Secret abuse

• A shockingly high rate of elder abuse could be just the tip of the iceberg, says the WHO.

MORE than 15 per cent of people aged over 60 have suffered some form of abuse, reports the World Health Organisation.

They say far more cases have gone unreported because society still considers elder abuse a private or family matter that should be resolved behind closed doors.

To raise awareness of this disturbing issue, World Elder Abuse Awareness Day was held on Monday (June 15).

“In many parts of the world elder abuse occurs with little recognition or response,” reports the United Nations.

“Until recently, this serious social problem was hidden from the public view and considered mostly a private matter. 

“Even today, elder abuse continues to be a taboo, mostly underestimated and ignored by societies across the world. 

“Evidence is accumulating, however, to indicate that elder abuse is an important public health and societal problem.”


The UN defines elder abuse as “a single, or repeated act, or lack of appropriate action, occurring within any relationship where there is an expectation of trust which causes harm or distress to an older person”.

They claim it exists in both developing and developed countries, yet is typically underreported globally.

“I call upon governments and all concerned actors to design and carry out more effective prevention strategies and stronger laws and policies to address all aspects of elder abuse. Let us work together to optimise living conditions for older persons and enable them to make the greatest possible contribution to our world,” said UN secretary general Ban Ki-moon.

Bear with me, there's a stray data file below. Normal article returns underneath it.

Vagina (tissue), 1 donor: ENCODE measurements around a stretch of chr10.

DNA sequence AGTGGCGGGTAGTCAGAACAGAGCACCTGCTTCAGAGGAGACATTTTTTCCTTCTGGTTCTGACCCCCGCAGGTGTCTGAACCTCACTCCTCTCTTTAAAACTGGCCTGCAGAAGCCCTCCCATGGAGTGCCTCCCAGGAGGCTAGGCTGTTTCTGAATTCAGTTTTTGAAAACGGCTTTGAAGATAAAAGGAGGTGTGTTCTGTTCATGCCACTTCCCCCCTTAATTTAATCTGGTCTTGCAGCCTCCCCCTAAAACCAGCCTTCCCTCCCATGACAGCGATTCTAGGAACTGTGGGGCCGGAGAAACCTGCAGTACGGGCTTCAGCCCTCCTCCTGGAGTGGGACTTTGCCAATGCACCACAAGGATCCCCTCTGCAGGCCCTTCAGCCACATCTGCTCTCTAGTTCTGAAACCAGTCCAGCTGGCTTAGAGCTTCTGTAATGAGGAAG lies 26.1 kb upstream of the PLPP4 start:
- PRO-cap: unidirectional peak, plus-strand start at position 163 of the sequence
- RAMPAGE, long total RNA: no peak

As part of awareness day, the not-for-profit organisation Relationships Australia released a survey on elder abuse and our attitudes towards older people in society. 

The community-based organisation provides a range of counselling services to families with ageing-related family issues or disputes.

“Relationships Australia believes that all people, regardless of their age, should be able to live their lives free from any kind of abuse, and should be supported to have happy and healthy relationships with all those around them,” said executive officer Nick Tebbey.


“Older people are important members of our community, be they family, friends or neighbours. 

“We encourage everyone to get to know the older people around you and to support them to live their best lives.”

The UN says elder abuse is a a global social issue which affects the health and human rights of millions of older persons around the world, and deserves the attention of the international community.

To take part in the quick survey go to

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